As usual, I decided to wait for several more days to elapse, in order to fully inform myself about the circumstances surrounding the apparent desecration of the hallowed memory of Justice Edward Akufo-Addo. And now, fortunately, it has just come to light that Ghana Telecom, sponsor of the reconstruction and renaming of the Akufo-Addo Circle, in a move aimed at face-lifting the latter, decided to remove and replace the legends, or signboards, re-identifying the former Cantoments Roundabout as the Akufo-Addo Circle.

The problem here is that the Ghana Telecom officials in charge of memorializing President Akufo-Addo ought to have given the public advance notice of their evidently noble intentions, thus healthily forestalling the possibility of public commotion. It is in the foregoing context that we solemnly call upon the management of Ghana Telecom to promptly render a public apology, if it has not already done that, and also to ensure that this potentially explosive faux-pas is not repeated in the offing. We also find it quite in order to provide our readers with a little background information on Justice Edward Akufo-Addo (1906-1979).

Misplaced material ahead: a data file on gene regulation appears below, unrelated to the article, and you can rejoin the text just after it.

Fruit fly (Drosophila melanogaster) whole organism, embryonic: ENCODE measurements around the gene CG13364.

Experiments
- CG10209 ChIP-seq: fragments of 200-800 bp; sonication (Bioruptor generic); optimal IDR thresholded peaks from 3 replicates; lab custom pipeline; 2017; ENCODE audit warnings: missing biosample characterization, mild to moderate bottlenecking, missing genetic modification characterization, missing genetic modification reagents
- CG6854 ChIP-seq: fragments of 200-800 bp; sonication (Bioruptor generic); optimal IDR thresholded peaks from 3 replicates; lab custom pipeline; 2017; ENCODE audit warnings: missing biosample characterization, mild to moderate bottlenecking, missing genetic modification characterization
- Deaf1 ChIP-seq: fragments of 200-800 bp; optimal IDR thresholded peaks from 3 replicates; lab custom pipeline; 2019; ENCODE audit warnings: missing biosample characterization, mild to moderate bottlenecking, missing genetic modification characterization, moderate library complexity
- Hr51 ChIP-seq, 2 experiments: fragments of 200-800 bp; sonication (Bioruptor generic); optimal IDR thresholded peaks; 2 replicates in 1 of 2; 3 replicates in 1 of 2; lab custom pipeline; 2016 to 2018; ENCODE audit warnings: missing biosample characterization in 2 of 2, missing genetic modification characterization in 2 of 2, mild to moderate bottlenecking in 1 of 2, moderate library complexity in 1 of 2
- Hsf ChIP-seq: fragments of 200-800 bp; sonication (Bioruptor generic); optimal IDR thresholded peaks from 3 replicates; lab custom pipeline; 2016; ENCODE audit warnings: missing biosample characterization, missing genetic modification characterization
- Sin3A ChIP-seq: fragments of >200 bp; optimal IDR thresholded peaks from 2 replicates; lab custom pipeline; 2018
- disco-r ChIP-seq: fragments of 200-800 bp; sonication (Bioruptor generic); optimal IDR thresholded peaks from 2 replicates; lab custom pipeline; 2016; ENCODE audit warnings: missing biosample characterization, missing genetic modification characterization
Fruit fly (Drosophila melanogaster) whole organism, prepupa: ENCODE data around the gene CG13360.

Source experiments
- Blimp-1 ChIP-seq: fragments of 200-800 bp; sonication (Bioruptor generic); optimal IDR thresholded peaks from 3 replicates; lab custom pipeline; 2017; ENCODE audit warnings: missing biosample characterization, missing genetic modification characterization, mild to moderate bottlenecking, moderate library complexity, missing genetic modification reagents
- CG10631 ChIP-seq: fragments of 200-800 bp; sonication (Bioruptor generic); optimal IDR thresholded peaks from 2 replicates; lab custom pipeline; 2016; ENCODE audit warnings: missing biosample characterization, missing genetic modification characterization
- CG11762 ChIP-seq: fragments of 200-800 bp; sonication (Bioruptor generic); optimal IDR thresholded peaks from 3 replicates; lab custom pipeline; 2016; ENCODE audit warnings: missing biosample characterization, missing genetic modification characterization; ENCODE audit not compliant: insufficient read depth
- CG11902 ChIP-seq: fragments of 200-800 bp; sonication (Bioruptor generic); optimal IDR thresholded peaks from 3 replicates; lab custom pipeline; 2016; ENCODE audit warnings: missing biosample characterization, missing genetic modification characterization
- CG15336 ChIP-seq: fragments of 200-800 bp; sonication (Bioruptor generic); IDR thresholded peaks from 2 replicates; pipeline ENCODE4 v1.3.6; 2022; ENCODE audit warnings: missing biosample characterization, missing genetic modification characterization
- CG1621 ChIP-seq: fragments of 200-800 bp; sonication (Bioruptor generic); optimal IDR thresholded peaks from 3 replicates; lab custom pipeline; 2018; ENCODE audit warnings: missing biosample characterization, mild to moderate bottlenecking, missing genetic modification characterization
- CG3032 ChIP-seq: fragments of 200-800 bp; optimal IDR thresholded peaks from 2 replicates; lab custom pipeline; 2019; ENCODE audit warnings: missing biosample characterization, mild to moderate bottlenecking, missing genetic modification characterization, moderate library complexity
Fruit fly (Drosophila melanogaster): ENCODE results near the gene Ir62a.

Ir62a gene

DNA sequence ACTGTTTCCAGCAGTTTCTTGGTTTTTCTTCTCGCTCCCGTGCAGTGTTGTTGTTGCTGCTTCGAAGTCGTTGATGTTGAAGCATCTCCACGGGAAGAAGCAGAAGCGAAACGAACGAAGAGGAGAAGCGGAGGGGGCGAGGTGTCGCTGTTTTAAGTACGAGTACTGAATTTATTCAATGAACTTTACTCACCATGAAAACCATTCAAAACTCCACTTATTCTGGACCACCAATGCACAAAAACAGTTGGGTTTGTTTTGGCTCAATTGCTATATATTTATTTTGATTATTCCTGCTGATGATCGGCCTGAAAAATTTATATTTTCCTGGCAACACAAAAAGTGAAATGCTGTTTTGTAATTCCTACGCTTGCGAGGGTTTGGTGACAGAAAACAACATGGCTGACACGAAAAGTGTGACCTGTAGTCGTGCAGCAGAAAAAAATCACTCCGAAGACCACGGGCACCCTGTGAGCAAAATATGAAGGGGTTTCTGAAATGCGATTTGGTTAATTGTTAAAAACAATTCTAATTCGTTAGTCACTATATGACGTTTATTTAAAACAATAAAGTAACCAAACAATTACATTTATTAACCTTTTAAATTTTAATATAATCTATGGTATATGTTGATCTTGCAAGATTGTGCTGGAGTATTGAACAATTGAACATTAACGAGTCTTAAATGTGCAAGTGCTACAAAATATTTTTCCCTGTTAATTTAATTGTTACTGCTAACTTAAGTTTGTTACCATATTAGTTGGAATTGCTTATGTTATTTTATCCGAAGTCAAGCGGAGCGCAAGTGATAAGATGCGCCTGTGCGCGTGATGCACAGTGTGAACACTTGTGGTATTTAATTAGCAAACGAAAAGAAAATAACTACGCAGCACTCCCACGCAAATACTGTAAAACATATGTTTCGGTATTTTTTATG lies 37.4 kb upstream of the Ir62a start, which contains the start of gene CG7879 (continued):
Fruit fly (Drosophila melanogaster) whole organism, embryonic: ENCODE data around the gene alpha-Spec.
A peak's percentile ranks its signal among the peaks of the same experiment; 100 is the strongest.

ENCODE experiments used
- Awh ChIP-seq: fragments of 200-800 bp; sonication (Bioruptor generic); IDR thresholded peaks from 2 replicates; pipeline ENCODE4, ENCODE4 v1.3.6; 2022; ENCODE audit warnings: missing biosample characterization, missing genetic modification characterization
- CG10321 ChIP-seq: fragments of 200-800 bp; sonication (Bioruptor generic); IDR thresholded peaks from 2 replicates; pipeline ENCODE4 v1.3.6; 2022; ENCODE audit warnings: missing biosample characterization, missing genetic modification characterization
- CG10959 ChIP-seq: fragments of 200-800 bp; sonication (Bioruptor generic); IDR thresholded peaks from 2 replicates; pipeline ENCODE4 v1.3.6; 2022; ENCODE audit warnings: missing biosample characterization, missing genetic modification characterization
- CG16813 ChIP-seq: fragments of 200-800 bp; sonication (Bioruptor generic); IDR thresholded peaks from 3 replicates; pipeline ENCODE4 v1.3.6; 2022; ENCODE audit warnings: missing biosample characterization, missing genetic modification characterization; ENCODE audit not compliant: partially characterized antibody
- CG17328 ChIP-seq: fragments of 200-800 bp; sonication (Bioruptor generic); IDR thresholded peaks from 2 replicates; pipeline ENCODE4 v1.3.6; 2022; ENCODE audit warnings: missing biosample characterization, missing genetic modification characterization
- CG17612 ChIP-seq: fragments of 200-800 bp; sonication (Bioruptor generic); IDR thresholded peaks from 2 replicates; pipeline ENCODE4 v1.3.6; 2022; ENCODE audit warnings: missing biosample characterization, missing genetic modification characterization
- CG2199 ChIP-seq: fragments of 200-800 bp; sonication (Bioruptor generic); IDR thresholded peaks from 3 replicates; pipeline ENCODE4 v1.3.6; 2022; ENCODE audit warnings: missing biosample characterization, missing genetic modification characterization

For some Ghanaians, notably those who are too young to have met or known the man, Justice Akufo-Addo may be just one of the six profiles crowding our new currency notes – the Cedi. In reality, in terms of personal laurels, or achievements, the ceremonial president of Ghana's Second Republic stands head-and-shoulders above the man who, by dint of deft opportunism, led Ghana into the postcolonial era and who, erroneously, continues to be called the “Father” and “Founder” of Modern Ghana.